An 11 Dec 2012 Spiegel op-ed noted that three major British banks have been required to pay large fines in the USA this year: Barclays, Standard Chartered and now HSBC. “All three of these large banks are based in London. That is no coincidence. Although in the past few years the American justiciary has taken aim at institutions from other countries, such as Credit Suisse, ING and JP Morgan, the British banks play a special role. They are traditionally set up more globally than their competition and have had business ties, sometimes for decades, in countries that are classified as ‘rogue states’ today.” Spiegel’s Carsten Volkery added that HSBC’s stock price has gone up by 14% since the summer, and Standard Chartered’s by 20%.
(OON ter NAY men’s SHTROFF rect.)
“Concrete gold.” Signs of an incipient housing bubble in Germany in statistics from ZDF heute journal, which reports that many investors, especially Greeks and Spaniards, are buying urban German real estate. They frequently pay in cash. Apartment sale prices are up 26% in Düsseldorf, 28% in Frankfurt/Main, 28% in Nuremberg, 50% in Hamburg and 73% in Berlin, according to the chart at 22:35. Financial reporter Sina Mainitz said low interest rates and uncertainty about the euro are helping drive the “flight into tangible property.” Unlike in the USA’s recent housing bubble, the Germans expect the ROI will be not from resale but from raised rents.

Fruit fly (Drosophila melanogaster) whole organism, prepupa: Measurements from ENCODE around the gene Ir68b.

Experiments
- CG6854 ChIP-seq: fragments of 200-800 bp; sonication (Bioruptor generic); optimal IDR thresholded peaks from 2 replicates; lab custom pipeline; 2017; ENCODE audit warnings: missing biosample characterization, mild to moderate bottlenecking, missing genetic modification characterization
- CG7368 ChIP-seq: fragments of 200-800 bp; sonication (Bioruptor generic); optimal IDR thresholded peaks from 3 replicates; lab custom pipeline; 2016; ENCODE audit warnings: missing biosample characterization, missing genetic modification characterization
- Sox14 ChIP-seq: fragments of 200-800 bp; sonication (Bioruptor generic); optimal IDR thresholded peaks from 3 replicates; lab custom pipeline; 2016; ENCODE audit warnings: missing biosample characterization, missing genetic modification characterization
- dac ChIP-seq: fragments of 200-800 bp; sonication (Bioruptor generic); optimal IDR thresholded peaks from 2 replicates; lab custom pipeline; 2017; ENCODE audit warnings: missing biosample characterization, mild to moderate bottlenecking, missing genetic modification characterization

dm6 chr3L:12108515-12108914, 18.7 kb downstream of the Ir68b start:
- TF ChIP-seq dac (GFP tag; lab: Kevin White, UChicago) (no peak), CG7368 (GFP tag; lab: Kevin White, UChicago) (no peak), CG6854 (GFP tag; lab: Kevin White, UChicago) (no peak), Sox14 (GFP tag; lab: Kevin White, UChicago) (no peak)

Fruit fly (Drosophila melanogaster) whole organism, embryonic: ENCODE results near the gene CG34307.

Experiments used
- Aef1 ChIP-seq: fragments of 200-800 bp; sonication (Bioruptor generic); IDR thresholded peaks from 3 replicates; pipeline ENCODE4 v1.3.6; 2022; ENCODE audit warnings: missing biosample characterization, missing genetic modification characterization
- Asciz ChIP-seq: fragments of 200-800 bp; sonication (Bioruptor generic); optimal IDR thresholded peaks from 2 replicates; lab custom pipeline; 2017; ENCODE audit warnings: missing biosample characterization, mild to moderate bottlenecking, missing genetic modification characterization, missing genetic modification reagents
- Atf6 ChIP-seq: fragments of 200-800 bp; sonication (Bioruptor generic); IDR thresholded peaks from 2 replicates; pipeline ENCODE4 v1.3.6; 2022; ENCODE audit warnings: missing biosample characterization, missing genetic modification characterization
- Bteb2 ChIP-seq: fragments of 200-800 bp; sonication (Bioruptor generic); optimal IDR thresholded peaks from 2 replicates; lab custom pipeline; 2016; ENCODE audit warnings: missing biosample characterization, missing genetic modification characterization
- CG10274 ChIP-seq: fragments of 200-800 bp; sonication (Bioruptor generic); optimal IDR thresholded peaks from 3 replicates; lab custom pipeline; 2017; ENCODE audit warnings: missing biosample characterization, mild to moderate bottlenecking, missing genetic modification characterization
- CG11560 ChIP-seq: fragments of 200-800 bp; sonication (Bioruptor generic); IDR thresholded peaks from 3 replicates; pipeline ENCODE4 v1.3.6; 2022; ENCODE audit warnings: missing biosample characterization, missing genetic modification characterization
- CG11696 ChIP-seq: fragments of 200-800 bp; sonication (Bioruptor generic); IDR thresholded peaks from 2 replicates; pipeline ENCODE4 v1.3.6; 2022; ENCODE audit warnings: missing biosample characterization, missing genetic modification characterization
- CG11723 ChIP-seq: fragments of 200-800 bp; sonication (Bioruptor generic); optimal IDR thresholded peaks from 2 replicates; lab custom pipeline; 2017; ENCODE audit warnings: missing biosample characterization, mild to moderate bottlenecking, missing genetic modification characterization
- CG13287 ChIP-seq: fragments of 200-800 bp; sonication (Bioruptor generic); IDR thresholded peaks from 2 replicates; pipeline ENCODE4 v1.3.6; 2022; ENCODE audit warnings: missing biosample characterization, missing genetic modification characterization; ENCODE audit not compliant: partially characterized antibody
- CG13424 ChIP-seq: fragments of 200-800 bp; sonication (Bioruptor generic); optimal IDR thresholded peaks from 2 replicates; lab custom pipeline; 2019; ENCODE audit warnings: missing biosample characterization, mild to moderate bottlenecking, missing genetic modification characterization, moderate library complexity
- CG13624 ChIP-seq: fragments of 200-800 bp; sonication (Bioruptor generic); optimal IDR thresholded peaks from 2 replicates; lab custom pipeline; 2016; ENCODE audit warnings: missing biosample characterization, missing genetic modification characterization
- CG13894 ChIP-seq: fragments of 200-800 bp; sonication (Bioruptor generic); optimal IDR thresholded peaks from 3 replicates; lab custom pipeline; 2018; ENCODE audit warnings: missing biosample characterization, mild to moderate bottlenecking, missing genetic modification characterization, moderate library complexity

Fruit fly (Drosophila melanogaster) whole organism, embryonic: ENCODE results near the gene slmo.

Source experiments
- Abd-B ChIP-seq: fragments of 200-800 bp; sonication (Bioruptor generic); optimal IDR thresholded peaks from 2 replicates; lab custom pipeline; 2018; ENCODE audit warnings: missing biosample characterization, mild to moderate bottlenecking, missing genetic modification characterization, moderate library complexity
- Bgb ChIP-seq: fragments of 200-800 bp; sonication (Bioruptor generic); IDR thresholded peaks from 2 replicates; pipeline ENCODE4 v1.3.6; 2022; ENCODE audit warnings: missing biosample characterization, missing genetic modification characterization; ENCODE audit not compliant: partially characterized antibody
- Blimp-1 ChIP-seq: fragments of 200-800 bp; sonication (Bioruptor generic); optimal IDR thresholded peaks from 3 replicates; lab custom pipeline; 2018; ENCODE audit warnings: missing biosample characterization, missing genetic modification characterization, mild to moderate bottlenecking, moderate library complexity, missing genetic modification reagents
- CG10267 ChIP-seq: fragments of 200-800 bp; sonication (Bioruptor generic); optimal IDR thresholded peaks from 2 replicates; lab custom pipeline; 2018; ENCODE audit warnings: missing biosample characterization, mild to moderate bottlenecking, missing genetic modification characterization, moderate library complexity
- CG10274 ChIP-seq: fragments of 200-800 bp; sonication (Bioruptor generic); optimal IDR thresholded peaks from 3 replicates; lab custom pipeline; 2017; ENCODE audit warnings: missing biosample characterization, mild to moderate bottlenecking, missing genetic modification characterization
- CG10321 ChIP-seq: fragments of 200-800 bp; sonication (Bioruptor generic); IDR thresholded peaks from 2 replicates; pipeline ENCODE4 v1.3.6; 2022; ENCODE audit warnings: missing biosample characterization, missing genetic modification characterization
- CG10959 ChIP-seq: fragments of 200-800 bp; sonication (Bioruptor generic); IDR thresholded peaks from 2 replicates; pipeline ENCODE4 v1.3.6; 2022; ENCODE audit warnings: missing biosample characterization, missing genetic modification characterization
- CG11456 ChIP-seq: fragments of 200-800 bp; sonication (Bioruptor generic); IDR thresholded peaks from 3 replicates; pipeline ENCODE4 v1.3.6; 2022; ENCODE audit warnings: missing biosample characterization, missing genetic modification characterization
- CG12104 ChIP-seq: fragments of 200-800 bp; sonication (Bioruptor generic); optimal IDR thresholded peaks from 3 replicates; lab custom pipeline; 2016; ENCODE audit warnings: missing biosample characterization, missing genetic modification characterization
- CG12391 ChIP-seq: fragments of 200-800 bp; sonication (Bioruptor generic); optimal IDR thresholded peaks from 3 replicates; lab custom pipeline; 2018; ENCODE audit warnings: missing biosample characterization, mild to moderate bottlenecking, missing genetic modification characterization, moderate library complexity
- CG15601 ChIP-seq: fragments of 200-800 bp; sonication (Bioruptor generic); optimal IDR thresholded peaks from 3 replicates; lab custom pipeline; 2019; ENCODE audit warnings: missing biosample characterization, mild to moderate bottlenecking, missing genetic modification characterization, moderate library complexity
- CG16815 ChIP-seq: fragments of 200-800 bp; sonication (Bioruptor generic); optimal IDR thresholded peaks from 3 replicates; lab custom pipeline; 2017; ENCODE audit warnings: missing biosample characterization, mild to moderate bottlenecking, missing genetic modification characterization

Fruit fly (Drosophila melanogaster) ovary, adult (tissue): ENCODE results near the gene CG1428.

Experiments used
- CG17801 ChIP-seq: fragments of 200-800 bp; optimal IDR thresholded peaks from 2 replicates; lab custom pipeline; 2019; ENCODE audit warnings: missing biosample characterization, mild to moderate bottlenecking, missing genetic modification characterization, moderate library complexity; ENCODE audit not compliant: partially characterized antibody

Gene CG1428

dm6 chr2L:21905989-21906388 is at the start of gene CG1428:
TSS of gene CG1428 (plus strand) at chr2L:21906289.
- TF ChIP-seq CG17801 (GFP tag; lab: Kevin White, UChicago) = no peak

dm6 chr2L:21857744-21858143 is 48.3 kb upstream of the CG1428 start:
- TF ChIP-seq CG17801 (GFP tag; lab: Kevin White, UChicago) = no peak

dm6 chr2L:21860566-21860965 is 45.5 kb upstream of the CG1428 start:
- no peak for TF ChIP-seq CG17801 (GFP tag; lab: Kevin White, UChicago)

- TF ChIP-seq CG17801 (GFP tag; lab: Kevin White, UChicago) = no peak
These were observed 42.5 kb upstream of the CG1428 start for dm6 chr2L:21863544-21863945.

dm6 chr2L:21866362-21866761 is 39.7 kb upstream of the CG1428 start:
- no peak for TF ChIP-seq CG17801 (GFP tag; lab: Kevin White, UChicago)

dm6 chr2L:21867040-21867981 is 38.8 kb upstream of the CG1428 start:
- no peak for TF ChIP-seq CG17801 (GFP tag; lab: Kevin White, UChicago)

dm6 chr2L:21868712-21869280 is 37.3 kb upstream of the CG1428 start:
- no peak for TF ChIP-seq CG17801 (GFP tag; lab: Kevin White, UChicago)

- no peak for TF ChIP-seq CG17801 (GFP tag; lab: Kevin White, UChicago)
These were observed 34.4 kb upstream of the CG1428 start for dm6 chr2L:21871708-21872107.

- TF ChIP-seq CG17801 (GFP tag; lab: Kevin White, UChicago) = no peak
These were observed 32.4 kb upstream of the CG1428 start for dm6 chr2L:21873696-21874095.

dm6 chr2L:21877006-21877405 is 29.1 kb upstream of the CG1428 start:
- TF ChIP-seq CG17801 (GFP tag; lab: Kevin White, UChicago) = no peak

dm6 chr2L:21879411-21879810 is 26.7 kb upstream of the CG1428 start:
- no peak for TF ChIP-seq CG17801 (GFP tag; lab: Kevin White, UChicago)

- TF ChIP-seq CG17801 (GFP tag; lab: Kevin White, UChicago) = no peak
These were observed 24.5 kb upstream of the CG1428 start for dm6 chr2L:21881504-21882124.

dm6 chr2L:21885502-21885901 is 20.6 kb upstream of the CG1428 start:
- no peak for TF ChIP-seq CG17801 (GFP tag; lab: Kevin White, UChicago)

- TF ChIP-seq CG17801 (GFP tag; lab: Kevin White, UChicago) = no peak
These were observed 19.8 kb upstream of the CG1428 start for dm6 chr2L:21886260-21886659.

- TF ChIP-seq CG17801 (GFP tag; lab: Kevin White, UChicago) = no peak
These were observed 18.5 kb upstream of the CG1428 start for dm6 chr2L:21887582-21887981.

(Bay TONE gold.)
Something gentle and soft, like cotton balls or fleece. Online it is used as a virtual hug, a communicative equivalent of baby animal photos. It can take functional forms such as anonymous praise. German Pirates have been sending people virtual Flausches as a deliberate countermeasure to the Internet’s tendency to create [2011 Anglicism of the Year]s.
Third-party funding. Transparency International Germany is concerned about sponsoring agreements between German universities and the private sector. While state funding of university research has not substantially increased, total sponsor funding has doubled since 1998, and increased from 16% to 26% according to this Spiegel article. Sponsoring agreements are being kept secret, while sponsors can apparently get clauses allowing them e.g. to veto publishing of research results, insert op-ed material about their companies into university media, and nominate members of search committees seeking new faculty.
(DRITT mitt illll.)